ADFS:Certificate Authentication and A Dirty Certificate Store

I often support ADFS configurations that are used to enable Client Certificate Authentication. Typically, these deployments are straight forward: we have certificates that cover the URLs ([sts url] and certauth.[sts url] see this article for more details), we enable the client certificate authentication and it works.

Then there are the other deployments.

The Dirty Certificate Store


After enabling client certificate authentication when the test user selects the X.509 Certificate link they are redirected to the certauth url, but the option to select a client certificate never appears and after an extended period of time, something like 2-5 minutes, the request times out.


The easiest or most obvious cause would be a SSL certificate that doesn’t support the auth.[sts url] which would cause ADFS to use port 49443 and the traffic being blocked by the firewall. However, working with the firewall administrator we could see the traffic coming in and going out on 443 and never moving to 49443. Further testing with a client ‘inside’ the organization showed similar timeout behavior so we eliminated both the firewall and the bad SSL certificate.

I began hunting through the ADFS logs as well as the client logs, but found nothing so I was stuck. Fortunately, I was able to use some of the internal Microsoft resources and was told to try adding the following registry key:

KEY: HKLM\system\currentcontrolset\control\securityproviders\schannel\sendtrustedissuerlist
Type: DWORD (32 bit)
Value: 0

After adding this to the ADFS server, and performing a reboot, we started getting prompted to pick a client certificate. So doing a little research I came across this TechNet which outlines what the registry key above does.

The result is this key blocks the ADFS server from sending a list of Trusted Certificate Issuers (TCL) to the client machine. This is desired, normally, because we don’t want a user to pick a certificate for authentication that the ADFS server doesn’t trust. However, in troubleshooting turning this setting ‘off’ is useful because we can now validate that ADFS is sending the request to the client for an authentication certificate, and the client can provide a certificate to authenticate with.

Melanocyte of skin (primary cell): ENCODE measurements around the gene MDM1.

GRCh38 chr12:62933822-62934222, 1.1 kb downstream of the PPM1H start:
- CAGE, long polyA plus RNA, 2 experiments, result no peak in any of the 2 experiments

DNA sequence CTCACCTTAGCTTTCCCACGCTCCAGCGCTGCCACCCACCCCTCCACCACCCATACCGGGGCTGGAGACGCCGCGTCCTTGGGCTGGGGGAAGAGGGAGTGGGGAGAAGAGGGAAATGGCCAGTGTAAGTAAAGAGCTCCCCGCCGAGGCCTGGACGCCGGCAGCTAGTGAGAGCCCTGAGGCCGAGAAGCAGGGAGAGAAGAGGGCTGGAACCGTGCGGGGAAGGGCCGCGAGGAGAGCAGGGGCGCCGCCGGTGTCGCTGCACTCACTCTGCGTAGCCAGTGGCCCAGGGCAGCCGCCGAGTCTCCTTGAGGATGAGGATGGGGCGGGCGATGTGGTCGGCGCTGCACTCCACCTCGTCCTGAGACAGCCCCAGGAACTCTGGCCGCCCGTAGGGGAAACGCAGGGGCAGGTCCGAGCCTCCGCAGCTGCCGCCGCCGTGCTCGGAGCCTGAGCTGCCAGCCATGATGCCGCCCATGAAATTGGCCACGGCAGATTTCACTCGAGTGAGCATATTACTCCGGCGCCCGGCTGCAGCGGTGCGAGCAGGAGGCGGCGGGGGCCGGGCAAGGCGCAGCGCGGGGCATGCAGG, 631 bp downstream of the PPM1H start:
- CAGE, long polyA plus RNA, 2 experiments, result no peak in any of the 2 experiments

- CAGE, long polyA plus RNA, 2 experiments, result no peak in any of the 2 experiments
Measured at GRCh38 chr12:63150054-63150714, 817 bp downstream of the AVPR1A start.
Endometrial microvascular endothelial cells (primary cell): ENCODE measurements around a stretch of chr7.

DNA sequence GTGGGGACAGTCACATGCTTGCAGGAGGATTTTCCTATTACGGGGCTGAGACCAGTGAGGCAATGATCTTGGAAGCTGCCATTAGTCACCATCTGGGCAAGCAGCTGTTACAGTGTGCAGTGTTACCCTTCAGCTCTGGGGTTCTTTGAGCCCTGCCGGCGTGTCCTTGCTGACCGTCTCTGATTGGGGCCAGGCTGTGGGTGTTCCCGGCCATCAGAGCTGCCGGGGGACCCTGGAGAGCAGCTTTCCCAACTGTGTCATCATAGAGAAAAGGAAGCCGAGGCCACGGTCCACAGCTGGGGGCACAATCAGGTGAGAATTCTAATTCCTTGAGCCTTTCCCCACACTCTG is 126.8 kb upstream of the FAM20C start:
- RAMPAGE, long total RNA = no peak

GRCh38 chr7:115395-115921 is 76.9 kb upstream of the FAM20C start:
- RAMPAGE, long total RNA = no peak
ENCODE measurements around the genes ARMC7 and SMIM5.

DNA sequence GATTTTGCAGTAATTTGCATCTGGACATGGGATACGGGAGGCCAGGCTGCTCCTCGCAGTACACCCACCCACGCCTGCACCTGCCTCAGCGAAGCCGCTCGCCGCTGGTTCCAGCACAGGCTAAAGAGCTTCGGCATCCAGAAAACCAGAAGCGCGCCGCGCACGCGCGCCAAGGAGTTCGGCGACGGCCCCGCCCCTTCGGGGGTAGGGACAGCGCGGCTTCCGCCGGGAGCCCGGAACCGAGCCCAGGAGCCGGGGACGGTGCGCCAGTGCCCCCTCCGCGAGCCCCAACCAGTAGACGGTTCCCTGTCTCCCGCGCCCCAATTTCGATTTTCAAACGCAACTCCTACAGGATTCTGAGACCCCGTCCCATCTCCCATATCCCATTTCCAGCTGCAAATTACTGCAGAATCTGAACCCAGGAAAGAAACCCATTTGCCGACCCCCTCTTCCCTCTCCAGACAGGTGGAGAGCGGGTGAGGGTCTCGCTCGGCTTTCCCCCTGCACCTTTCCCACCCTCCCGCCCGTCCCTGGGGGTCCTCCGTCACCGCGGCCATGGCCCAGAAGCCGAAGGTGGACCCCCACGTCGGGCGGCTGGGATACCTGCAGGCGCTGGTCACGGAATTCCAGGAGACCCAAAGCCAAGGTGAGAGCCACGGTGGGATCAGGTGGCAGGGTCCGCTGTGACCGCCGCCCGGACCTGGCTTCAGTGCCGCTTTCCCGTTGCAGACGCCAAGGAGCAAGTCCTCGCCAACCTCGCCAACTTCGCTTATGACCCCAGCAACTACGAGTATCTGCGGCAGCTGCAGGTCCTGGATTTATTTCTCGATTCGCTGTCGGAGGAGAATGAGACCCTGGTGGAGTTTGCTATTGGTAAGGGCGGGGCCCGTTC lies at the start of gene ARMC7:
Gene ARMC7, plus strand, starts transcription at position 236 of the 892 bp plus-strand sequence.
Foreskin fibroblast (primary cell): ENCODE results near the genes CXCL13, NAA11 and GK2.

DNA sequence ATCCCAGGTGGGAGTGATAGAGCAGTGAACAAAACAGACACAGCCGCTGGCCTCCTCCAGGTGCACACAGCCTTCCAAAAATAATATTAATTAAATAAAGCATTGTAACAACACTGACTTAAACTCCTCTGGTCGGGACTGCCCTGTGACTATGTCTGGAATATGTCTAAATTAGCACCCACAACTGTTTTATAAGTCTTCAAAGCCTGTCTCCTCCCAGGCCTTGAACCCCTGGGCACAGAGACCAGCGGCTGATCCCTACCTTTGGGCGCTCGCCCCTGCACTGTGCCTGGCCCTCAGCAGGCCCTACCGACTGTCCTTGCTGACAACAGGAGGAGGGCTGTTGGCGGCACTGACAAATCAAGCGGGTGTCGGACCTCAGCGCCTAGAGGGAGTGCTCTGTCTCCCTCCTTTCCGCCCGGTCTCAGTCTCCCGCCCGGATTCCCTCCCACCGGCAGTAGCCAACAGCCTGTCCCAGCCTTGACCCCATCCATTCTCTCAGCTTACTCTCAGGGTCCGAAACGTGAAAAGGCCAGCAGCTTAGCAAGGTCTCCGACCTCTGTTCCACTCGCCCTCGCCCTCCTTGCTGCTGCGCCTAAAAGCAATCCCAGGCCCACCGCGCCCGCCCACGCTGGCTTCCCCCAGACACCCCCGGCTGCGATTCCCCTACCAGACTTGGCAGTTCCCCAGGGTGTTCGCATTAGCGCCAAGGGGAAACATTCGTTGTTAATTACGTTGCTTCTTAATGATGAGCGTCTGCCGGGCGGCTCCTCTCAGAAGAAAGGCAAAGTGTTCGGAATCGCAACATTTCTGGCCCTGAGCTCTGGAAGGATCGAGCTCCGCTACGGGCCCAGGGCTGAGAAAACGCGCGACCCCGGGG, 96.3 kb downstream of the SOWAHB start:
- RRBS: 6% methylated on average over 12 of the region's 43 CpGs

SUCCESS, right?

Fix It

It’s not recommended to leave the TCL disabled because a user will eventually try to authenticate with the wrong certificate, fail, and then you’ll have to troubleshoot that problem…and fix it.

There are two issues that can occur with the TCL. First, if there are too many certificates then the server can’t send them all to the client. Second, if there are non-root certificates in the root certificate store, or root certificates in the intermediate certificate store then the list is corrupted. In either case, the client sees no certificate selection prompt and authentication stalls resulting in failure.

To solve the first problem of too many TCL entries you can remove old or unused Certificates from the Root Certificate store to reduce the size of the TCL.

To solve the problem of Certificates in the wrong certificate store you can review each root certificate and verify it’s issuer IS itself. You can then review each Intermediate Certificate and verify it’s issuer IS NOT itself. Or, you could use the below PowerShell script to help you identify the possible certificate errors.

Write-Output "Issued To,Issued By,Certificate Store"

$rootconflicts = Get-ChildItem Cert:\LocalMachine\Root | Where-Object { $_.Issuer -ne $_.Subject }
$rootconflicts | ForEach-Object { 
 $subj = $_.SubjectName.Name.Split(",")[0].Split("=")[1]
 $issr = $_.Issuer.split(",")[0].Split("=")[1]
 Write-Output "$subj,$issr,Root"

$conflicts = Get-ChildItem Cert:\LocalMachine\CA | Where-Object { $_.Issuer -eq $_.Subject }
$conflicts | ForEach-Object { 
 $subj = $_.SubjectName.Name.Split(",")[0].Split("=")[1]
 $issr = $_.Issuer.split(",")[0].Split("=")[1]
 Write-Output "$subj,$issr,CA"

Write-Output "Found $($rootconflicts.Length) Non-Root Certificates in the Root Certificate Store."
Write-Output "Found $($conflicts.Length) Root Certificates in the Intermediate CA Store."

This is also available at my GitHub repository.

[3/5/18 Update]: Added link to the AD FS Requirements article on

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